A slight rewind.
On October 20, 1997, my parents and I were in a car accident. They had come into LA to celebrate my birthday, and as we crossed Nordhoff St. on Etiwanda Ave., an octogenarian having a diabetic seizure ran the red light and slammed into the side of our car. It was a spectacular scene, with two rumpled vehicles, glass, plastic, smoke, steam, and blood. We were all banged up, and I dizzily ran to check on the other driver. I was sickened to see blood smeared, horror-movie style, all over the inside of his still-running Cadillac. As it turns out, he’d just cut his hand and was flailing about in a state of confusion. The poor old coot had missed his insulin and blacked out.
After making sure he was okay and flagging down a bystander to call for an ambulance, I sat on the curb and cried hysterically. What a rush of fear and adrenaline! My neck was sore, but I was already in people-pleasing mode: who needs another whiny person in a neck brace?
The paramedics weren’t so convinced. They did a few tests and my reactions confirmed a concussion and possible neck injury, so they loaded me onto a stretcher and took me to the hospital. Much of the rest of the day was a blur, but I definitely had whiplash for several weeks afterward.
I took a week off of playing, but attended rehearsals for the various ensembles I was part of. Everything hurt, and I began to develop a meaningful sense of fear about when the pain would next incapacitate me. You see, it started changing the way my hands worked: my arms felt heavy, or sometimes felt nothing at all. A delay developed, becoming at times so pronounced that I could actually see the lag between the moment my brain asked my finger to move and the movement occurring. My fingerings became ever more Byzantine, trying to favor 1 and 2, but it was a race against time.
I decided to apply for an audio engineering program abroad and take a year off of large scale playing. Of course that’s when I moved to London, had the time of my life, and ended up winning the concerto competition. Go figure. My life is weird. My time in the UK was not without pain, but something about being there sat right with me, and I played nearly as much as I wanted to for a whole year.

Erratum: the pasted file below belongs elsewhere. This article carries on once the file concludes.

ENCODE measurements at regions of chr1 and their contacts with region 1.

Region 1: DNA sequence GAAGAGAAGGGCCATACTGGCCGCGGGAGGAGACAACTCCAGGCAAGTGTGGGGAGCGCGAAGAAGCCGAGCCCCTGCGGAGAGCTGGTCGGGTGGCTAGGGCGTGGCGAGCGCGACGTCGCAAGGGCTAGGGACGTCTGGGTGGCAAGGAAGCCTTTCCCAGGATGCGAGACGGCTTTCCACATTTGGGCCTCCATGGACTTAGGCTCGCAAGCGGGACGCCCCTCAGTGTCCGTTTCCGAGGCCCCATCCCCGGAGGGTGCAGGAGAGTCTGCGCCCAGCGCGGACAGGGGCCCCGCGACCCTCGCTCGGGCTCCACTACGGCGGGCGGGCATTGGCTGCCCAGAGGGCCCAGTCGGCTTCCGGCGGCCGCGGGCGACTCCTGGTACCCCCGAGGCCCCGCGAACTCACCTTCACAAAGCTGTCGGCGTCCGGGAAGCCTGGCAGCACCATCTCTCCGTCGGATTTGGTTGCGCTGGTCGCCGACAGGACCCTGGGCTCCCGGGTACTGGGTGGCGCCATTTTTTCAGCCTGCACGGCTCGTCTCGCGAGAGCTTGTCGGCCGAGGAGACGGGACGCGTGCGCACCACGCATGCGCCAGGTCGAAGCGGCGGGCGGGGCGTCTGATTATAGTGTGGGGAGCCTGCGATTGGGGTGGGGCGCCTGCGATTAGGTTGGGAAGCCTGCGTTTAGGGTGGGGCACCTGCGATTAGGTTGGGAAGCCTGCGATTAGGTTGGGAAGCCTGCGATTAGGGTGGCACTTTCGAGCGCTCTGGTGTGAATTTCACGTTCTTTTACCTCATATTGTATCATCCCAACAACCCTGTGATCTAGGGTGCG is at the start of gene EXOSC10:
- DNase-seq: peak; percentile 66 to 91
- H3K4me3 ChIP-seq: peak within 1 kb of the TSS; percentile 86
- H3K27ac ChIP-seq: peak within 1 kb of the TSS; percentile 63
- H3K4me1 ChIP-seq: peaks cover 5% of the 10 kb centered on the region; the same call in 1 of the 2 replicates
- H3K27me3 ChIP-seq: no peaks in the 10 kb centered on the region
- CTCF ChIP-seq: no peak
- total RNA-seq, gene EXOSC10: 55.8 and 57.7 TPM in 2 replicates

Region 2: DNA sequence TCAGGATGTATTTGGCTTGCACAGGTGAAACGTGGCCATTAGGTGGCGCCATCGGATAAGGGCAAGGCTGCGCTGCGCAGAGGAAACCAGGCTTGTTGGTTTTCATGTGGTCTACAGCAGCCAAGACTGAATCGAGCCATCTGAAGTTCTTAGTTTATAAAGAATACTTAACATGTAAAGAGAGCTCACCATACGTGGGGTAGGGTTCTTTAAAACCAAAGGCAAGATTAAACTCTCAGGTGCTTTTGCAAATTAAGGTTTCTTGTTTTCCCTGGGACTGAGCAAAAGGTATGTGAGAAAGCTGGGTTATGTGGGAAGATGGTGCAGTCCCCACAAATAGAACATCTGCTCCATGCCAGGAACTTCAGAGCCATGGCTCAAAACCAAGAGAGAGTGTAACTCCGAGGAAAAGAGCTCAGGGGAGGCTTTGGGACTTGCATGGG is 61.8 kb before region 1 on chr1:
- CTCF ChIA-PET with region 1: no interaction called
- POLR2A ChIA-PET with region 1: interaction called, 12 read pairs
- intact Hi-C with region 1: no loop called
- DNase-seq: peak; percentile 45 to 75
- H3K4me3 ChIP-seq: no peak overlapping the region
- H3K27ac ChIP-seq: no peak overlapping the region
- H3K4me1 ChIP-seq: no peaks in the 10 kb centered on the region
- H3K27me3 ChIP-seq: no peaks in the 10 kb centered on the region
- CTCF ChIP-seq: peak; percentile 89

I returned to CA with optimism and a sense of purpose. It would not last long: I bombed out of a recital almost immediately upon re-entry, streaking offstage in tears, unable to get through the Elgar. After a few days of trying to play through the pain, it was determined by my advisors that I would take the semester off of playing and use it as an opportunity to finish my GE classes. This ended up being wonderful, discovering a love for subjects that used to scare me. Fractal math and physics were tantalizing. I considered becoming a geology major after taking some paleontology courses.
During this time, I tried other Kaiser facilities to see if I could get a diagnosis. I saw orthopedists, hand surgeons, neurologists and sports docs at Sunset. Ventura. Woodland Hills. Panorama City. More doctors, more pills, more offers of surgery. It was always the same. I couldn’t convince anyone that the symptoms could have had some other cause, even though referred pain has been an extensively documented phenomenon for over 500 years.
The rest helped, and in the winter semester of 2000, I played a senior recital of Bach, Shostakovich, Ginastera, and Mozart that was technically 6 minutes short of the minimum length, but my advisors were also guardian angels, knowing this was the only way I could hobble through. And hobble, I did. After the recital, I took a few weeks off and began experimenting with treatment myself. The internet was in full swing at this time, so I got to scare myself with “you probably have something fatal” at the end of most searches.
During the early 2000s, I managed to cobble together a career despite the attempts at mutiny my body would stage. The pain was something only my closest friends knew about: you don’t publicize this stuff professionally if you want the phone to ring and the bills to get paid. Several people I met through my work at Baxter Northup even subsidized medical interventions that had helped them: acupuncture, Thai massage, Reiki, moxibustion. It was cool to have someone lay hands on my body and agree that all was not well, and that my back and neck needed tending to. For a while, things seemed under control. The pain was ever-present, but could be tamped down to some degree.
In the back of my mind, a shadow lurked.
Motor control problems
The shadow whispered you probably have multiple sclerosis, just like Jackie. I would silently plead with a God whose existence seems only certain in foxholes and emergency rooms: please don’t let me lose my hands like she did. That whispering voice became a constant companion, and as they were performing a lumbar puncture years later, in search of the oligoclonal bands in my spinal fluid that could confirm my most feared diagnosis, my hope was at its nadir.
The year was 2009.